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Saturday, December 8, 2012

Lost in the noise of Thelma and Louise Redux...


As the melodrama in Washington unfolds and we towards the so-called Fiscal Cliff other important legislation gets lost in the noise. One law critical to the real estate business that is due to sunset on January 1 is the law that gave relief to those going through foreclosures or short sales from being taxed on the loss that the bank took. Most people can probably recall that banks were issuing 1099 Forms to foreclosed homeowners for that difference, essentially treating  it as if the foreclosed homeowner had been handed the difference and now owed taxes on it just like ordinary income.  The Mortgage Forgiveness Debt Relief Act of 2007 gave relief to those foreclosed homeowners by preventing the banks from issuing those 1099’s – at least the banks that took Federal TARP money during the bail-outs.

This legislation, flawed though it may be, was critical to supporting the housing recovery by allowing short sellers to get out from under their old houses and not strapping them with an additional debt that would prevent them from buying a new smaller house that they could afford. Other laws that rode along with this law added provisions for a modest move-out payment to the short-seller to help them relocate. Some people objected to that, saying that it encouraged the bad behaviour that got the short sellers  into that situation in the first place. I don’t agree with that view.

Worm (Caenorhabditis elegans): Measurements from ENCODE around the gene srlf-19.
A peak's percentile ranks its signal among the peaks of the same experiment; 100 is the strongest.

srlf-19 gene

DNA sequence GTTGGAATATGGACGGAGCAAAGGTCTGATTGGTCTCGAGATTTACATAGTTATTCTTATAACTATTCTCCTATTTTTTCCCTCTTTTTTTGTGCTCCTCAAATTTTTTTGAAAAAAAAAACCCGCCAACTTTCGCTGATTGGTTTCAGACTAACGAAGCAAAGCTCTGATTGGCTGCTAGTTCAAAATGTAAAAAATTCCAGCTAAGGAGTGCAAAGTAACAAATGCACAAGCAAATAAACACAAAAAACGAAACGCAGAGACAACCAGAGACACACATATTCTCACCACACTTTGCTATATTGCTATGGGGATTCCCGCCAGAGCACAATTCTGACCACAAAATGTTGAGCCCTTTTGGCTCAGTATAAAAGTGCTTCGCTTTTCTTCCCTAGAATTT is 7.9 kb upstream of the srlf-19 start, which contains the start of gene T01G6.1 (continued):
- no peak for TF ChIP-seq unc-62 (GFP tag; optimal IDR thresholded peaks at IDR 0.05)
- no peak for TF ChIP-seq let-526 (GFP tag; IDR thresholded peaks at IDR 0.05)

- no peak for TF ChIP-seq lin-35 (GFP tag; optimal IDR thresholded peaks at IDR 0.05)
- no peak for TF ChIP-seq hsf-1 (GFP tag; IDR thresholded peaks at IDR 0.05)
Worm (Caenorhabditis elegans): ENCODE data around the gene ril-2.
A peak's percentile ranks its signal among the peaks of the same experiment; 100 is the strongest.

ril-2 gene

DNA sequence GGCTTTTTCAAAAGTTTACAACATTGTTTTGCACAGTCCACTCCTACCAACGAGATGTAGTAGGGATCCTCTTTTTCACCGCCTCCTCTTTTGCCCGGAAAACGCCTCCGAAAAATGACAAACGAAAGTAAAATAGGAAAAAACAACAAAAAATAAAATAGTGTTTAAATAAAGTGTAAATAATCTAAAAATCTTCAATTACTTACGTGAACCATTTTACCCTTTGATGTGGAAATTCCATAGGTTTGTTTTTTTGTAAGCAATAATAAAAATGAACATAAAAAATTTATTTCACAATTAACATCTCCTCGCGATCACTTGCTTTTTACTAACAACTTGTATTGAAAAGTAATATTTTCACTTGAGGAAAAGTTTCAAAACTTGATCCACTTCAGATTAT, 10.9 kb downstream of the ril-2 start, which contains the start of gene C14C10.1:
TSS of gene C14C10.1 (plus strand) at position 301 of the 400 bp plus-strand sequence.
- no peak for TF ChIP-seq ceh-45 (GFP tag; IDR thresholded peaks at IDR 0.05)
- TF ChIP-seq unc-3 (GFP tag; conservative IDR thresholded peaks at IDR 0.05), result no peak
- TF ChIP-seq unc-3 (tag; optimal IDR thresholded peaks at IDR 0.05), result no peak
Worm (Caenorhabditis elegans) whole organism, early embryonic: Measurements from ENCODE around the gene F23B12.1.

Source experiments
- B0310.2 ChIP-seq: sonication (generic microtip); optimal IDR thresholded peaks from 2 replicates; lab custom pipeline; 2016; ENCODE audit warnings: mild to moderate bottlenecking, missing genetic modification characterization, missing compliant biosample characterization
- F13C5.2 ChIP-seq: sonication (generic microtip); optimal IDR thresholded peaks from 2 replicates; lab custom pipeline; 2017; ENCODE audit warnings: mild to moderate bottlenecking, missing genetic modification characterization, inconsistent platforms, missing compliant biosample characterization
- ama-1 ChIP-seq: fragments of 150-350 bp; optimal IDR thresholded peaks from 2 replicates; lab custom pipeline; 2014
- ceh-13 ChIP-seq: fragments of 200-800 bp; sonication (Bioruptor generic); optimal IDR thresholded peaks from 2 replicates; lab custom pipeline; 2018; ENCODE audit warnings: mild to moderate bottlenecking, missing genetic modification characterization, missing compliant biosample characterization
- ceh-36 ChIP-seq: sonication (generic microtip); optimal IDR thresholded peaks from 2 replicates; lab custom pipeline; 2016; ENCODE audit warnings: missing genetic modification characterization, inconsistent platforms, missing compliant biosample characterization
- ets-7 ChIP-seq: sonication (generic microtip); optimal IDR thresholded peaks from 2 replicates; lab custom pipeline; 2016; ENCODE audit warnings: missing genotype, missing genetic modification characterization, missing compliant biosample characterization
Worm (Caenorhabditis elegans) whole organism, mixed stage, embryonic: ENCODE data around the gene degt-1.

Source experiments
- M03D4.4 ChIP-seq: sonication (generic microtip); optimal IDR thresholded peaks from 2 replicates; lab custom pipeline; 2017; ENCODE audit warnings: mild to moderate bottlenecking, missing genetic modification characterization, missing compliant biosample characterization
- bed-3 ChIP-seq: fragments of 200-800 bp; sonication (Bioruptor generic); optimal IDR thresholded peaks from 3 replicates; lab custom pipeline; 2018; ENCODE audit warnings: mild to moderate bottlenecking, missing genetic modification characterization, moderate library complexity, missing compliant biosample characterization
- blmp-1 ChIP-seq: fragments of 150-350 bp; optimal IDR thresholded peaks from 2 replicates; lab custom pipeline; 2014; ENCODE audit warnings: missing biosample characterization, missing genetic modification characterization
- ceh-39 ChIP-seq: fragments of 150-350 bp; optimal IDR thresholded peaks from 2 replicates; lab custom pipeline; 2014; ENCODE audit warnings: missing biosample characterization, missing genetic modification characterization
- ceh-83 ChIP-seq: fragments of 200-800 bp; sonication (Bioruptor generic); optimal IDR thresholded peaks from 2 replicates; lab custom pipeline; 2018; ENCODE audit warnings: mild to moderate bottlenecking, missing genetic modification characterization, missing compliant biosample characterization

So, now this legislation is due to expire at the end of the year. There was legislative support  to renew or extend the provisions of this legislation; however, that got caught up in the panic and noise about the Fiscal Cliff and is now buried somewhere in Washington, along with many other critical bills. The National Association of Realtors is lobbying as hard as it can to get attention back on this legislation, so that it doesn’t expire, but the drama over Fiscal Oblivion continues to dominate the Washington scene.

There is a sizable (and growing) contingent in Washington that now seems to believe that we should just go ahead and go over the Fiscal Cliff and then sort out which things really need to be fixed and which can just be allowed to happen – sort of like Thelma and Louise driving off the cliff at the end of that movie and then checking the back seat to see if there are any parachutes that they might use. There was a reason that they didn’t show what happened next in that movie! Some things can’t just be “fixed” later, if they’re allowed to happen.

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